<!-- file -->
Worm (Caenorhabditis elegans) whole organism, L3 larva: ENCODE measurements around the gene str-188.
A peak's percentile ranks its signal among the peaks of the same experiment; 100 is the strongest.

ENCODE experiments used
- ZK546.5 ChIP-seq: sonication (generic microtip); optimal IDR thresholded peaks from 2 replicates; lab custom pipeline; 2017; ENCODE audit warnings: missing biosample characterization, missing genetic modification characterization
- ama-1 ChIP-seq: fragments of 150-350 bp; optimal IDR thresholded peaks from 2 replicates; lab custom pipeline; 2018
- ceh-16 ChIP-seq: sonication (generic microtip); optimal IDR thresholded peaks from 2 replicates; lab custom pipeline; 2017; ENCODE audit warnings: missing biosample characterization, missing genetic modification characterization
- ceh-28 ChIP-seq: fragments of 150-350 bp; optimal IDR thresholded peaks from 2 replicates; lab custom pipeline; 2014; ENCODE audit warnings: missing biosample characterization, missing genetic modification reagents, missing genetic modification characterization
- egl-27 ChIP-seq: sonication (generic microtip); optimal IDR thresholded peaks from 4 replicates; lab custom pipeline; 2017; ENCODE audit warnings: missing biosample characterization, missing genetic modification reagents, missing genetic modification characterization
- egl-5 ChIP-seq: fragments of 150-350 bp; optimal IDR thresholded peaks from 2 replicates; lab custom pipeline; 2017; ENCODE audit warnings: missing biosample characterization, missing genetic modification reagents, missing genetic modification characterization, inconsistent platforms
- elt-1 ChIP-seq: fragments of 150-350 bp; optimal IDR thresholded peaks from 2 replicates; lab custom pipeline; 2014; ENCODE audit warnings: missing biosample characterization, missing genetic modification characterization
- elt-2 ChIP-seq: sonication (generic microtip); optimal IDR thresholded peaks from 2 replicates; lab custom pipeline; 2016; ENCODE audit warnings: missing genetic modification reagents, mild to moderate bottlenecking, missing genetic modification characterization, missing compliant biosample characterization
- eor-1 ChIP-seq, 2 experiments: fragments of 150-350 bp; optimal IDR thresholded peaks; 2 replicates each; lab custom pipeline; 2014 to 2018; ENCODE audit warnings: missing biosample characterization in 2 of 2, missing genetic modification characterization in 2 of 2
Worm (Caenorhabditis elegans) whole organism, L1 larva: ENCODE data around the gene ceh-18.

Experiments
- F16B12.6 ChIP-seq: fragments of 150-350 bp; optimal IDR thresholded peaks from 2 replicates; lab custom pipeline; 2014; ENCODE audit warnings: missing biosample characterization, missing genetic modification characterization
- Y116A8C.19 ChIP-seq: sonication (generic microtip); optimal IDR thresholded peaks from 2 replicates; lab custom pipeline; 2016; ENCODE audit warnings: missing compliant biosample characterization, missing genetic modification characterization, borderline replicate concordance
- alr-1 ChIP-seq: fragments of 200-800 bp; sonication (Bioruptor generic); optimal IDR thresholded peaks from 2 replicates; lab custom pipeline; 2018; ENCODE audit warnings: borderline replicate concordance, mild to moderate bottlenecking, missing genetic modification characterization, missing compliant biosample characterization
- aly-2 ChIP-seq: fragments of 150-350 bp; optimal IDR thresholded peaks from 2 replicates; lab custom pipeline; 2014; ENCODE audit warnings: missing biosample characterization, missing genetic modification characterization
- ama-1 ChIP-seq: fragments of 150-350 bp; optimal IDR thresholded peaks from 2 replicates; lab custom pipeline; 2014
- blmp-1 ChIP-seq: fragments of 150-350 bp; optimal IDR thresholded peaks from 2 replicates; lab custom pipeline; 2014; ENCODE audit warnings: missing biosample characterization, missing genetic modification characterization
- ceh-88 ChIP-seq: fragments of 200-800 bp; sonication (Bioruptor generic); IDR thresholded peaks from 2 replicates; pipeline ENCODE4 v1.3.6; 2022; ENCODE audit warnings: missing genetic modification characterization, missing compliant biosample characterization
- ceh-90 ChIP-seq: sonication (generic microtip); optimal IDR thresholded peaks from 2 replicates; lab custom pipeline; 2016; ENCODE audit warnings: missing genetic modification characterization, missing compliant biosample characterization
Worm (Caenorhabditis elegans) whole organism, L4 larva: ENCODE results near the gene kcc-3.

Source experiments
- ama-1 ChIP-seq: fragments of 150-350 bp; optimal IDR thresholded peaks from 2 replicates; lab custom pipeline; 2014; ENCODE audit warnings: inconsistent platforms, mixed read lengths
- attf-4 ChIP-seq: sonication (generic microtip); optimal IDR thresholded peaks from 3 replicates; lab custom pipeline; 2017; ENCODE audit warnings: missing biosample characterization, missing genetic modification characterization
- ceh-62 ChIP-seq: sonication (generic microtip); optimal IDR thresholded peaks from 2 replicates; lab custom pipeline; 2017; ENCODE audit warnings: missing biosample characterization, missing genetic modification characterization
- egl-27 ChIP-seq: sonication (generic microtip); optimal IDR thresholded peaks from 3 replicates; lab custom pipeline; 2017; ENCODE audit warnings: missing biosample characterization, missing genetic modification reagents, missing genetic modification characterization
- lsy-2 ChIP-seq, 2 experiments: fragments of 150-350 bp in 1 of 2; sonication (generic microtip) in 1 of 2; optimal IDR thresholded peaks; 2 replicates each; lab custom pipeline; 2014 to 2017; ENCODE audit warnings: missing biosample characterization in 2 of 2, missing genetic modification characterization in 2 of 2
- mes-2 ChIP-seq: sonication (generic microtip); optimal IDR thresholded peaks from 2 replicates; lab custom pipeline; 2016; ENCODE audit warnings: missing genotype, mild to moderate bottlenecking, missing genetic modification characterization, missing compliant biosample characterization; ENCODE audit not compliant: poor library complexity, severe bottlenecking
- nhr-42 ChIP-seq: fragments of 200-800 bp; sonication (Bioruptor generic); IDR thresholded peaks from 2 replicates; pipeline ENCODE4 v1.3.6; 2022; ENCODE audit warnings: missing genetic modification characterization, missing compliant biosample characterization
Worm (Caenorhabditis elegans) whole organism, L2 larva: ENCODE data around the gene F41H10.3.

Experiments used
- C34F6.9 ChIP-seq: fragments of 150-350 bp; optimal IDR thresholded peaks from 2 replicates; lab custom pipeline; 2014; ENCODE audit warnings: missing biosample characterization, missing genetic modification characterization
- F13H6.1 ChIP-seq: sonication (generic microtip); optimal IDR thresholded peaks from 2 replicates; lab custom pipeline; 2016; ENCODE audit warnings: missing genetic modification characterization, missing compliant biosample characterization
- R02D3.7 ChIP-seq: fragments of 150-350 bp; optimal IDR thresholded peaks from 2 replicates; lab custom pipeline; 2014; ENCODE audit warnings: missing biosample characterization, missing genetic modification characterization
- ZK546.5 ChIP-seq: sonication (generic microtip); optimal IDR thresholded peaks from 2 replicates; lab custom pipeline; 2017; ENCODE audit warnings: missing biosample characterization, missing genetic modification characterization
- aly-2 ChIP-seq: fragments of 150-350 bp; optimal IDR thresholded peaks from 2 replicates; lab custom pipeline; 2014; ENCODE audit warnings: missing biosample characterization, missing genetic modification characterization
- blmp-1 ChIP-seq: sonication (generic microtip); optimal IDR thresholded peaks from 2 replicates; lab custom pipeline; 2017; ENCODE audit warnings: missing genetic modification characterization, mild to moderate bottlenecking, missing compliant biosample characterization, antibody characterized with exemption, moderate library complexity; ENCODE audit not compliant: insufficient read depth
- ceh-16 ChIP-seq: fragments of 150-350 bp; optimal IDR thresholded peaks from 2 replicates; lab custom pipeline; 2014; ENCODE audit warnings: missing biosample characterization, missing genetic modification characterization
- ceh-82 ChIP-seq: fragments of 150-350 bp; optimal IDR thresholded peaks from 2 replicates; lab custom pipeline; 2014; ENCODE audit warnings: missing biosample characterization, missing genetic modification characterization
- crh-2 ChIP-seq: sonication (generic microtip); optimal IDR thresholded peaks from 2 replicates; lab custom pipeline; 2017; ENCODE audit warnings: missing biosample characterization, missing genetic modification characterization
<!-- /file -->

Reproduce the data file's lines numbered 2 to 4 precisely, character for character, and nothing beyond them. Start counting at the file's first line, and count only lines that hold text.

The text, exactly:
A peak's percentile ranks its signal among the peaks of the same experiment; 100 is the strongest.

ENCODE experiments used
- ZK546.5 ChIP-seq: sonication (generic microtip); optimal IDR thresholded peaks from 2 replicates; lab custom pipeline; 2017; ENCODE audit warnings: missing biosample characterization, missing genetic modification characterization